From the WSJ:
Wachovia Corp.'s fourth-quarter net income plummeted 98%, as the company's deteriorating lending portfolio forced it to dramatically increase its loan-loss provision. The company also saw its bad loans and delinquencies surge.
The company increased its loan-loss provision to $1.5 billion from $206 million. Wachovia, the fourth-largest U.S. bank by consolidated assets, last month raised its loan-loss provision estimate to $1 billion over charge-offs and estimated pretax market-related losses close to $1.34 billion.
Bank of America (BAC - Cramer's Take - Stockpickr - Rating) on Tuesday reported its fourth-quarter profit plunged 95%, hurt by the ongoing credit crunch and a worsening housing environment that forced the company to set aside extra money to cover loan losses.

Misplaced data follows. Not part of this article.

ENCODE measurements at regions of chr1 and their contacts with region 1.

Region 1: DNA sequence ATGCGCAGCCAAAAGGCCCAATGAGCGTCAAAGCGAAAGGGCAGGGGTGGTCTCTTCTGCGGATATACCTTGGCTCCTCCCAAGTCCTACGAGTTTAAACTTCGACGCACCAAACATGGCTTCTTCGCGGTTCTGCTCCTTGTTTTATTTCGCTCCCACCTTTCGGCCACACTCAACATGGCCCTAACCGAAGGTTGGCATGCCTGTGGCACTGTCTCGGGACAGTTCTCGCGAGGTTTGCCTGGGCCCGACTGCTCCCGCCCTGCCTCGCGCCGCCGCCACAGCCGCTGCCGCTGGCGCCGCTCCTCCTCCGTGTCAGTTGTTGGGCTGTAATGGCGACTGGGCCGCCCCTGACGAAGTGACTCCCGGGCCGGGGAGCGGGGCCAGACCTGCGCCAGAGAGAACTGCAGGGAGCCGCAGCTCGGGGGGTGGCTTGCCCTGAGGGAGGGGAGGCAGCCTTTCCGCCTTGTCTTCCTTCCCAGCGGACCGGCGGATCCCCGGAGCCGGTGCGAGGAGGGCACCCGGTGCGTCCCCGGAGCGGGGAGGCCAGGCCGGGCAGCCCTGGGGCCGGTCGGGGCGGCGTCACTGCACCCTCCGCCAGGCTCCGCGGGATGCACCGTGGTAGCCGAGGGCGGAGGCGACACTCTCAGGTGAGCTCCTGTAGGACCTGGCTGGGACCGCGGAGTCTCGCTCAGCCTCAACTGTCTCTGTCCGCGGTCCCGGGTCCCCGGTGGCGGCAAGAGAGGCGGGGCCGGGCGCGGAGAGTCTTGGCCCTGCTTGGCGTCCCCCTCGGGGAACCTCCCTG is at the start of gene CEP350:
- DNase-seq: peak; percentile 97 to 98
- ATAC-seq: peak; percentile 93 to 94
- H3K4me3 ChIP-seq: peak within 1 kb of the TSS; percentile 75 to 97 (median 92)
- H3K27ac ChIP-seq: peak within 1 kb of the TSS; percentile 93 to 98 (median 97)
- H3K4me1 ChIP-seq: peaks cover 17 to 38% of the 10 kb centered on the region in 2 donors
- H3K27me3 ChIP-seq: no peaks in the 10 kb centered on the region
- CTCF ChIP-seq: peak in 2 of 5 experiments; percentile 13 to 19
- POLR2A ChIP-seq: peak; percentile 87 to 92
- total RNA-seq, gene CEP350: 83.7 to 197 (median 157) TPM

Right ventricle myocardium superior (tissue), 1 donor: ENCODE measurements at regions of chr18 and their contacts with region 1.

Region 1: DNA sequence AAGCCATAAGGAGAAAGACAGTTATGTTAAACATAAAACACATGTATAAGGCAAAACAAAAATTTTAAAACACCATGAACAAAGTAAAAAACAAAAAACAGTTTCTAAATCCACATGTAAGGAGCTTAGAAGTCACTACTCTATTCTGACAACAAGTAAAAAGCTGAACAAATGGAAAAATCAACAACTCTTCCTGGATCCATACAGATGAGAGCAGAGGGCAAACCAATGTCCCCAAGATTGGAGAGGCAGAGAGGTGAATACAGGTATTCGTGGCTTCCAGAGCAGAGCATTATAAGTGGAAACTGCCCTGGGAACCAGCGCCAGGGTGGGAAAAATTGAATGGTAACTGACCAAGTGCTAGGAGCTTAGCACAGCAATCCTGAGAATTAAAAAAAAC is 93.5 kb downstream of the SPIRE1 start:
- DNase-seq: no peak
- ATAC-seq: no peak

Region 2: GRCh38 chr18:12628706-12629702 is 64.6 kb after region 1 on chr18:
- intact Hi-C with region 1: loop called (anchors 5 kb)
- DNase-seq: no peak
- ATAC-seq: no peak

BofA also incurred $400 million in losses as a result of writedowns to securities purchased from "certain company-managed cash management funds," as well as weaker trading results. Last month, BofA's asset management unit, Columbia Management, was forced to shut down one of its money market funds after several large institutional investors took their money out amid losses on certain asset-backed securities.
With losses and increases in loan-loss provisions of that size financial companies will not be making a lot of new loans regardless of what the prevailing interest rate is.